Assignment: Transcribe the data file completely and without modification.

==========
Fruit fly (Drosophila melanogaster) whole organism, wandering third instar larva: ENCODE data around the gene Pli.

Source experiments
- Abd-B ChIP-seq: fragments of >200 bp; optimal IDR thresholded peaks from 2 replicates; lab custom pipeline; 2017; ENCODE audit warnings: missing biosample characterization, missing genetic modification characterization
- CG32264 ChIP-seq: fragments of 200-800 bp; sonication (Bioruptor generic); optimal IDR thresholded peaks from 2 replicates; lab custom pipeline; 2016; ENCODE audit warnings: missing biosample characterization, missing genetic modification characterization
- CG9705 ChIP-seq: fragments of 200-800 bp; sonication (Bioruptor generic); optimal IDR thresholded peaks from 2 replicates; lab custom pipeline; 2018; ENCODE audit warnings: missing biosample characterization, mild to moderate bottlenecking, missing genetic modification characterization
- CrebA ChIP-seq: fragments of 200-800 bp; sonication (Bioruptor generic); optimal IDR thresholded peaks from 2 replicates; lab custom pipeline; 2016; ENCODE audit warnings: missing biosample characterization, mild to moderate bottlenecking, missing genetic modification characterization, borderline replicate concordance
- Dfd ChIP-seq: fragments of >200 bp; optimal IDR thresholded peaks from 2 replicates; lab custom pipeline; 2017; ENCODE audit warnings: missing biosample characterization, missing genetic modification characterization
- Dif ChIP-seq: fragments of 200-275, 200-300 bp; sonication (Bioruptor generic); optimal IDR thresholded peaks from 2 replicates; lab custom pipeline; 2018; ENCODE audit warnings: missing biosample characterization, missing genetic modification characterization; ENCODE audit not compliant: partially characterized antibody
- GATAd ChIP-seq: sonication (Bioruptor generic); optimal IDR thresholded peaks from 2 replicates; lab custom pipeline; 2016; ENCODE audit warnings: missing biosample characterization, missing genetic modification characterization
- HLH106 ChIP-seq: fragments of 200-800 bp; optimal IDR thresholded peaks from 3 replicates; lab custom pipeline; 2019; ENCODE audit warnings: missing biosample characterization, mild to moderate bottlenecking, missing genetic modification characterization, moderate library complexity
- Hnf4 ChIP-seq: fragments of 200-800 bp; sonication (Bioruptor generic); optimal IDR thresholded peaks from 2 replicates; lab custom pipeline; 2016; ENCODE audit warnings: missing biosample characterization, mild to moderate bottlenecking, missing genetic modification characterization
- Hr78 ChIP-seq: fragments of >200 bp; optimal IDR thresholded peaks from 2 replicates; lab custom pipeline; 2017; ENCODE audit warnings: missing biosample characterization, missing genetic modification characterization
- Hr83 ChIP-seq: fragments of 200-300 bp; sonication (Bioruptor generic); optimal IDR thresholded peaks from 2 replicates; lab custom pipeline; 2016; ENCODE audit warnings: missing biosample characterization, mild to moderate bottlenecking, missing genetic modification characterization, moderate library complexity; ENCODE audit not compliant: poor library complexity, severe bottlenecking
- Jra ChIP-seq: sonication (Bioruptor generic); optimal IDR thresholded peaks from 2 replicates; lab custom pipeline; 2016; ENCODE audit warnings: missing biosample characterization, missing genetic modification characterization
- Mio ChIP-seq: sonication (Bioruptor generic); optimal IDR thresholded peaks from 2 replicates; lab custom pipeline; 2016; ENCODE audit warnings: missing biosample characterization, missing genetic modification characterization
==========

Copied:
Fruit fly (Drosophila melanogaster) whole organism, wandering third instar larva: ENCODE data around the gene Pli.

Source experiments
- Abd-B ChIP-seq: fragments of >200 bp; optimal IDR thresholded peaks from 2 replicates; lab custom pipeline; 2017; ENCODE audit warnings: missing biosample characterization, missing genetic modification characterization
- CG32264 ChIP-seq: fragments of 200-800 bp; sonication (Bioruptor generic); optimal IDR thresholded peaks from 2 replicates; lab custom pipeline; 2016; ENCODE audit warnings: missing biosample characterization, missing genetic modification characterization
- CG9705 ChIP-seq: fragments of 200-800 bp; sonication (Bioruptor generic); optimal IDR thresholded peaks from 2 replicates; lab custom pipeline; 2018; ENCODE audit warnings: missing biosample characterization, mild to moderate bottlenecking, missing genetic modification characterization
- CrebA ChIP-seq: fragments of 200-800 bp; sonication (Bioruptor generic); optimal IDR thresholded peaks from 2 replicates; lab custom pipeline; 2016; ENCODE audit warnings: missing biosample characterization, mild to moderate bottlenecking, missing genetic modification characterization, borderline replicate concordance
- Dfd ChIP-seq: fragments of >200 bp; optimal IDR thresholded peaks from 2 replicates; lab custom pipeline; 2017; ENCODE audit warnings: missing biosample characterization, missing genetic modification characterization
- Dif ChIP-seq: fragments of 200-275, 200-300 bp; sonication (Bioruptor generic); optimal IDR thresholded peaks from 2 replicates; lab custom pipeline; 2018; ENCODE audit warnings: missing biosample characterization, missing genetic modification characterization; ENCODE audit not compliant: partially characterized antibody
- GATAd ChIP-seq: sonication (Bioruptor generic); optimal IDR thresholded peaks from 2 replicates; lab custom pipeline; 2016; ENCODE audit warnings: missing biosample characterization, missing genetic modification characterization
- HLH106 ChIP-seq: fragments of 200-800 bp; optimal IDR thresholded peaks from 3 replicates; lab custom pipeline; 2019; ENCODE audit warnings: missing biosample characterization, mild to moderate bottlenecking, missing genetic modification characterization, moderate library complexity
- Hnf4 ChIP-seq: fragments of 200-800 bp; sonication (Bioruptor generic); optimal IDR thresholded peaks from 2 replicates; lab custom pipeline; 2016; ENCODE audit warnings: missing biosample characterization, mild to moderate bottlenecking, missing genetic modification characterization
- Hr78 ChIP-seq: fragments of >200 bp; optimal IDR thresholded peaks from 2 replicates; lab custom pipeline; 2017; ENCODE audit warnings: missing biosample characterization, missing genetic modification characterization
- Hr83 ChIP-seq: fragments of 200-300 bp; sonication (Bioruptor generic); optimal IDR thresholded peaks from 2 replicates; lab custom pipeline; 2016; ENCODE audit warnings: missing biosample characterization, mild to moderate bottlenecking, missing genetic modification characterization, moderate library complexity; ENCODE audit not compliant: poor library complexity, severe bottlenecking
- Jra ChIP-seq: sonication (Bioruptor generic); optimal IDR thresholded peaks from 2 replicates; lab custom pipeline; 2016; ENCODE audit warnings: missing biosample characterization, missing genetic modification characterization
- Mio ChIP-seq: sonication (Bioruptor generic); optimal IDR thresholded peaks from 2 replicates; lab custom pipeline; 2016; ENCODE audit warnings: missing biosample characterization, missing genetic modification characterization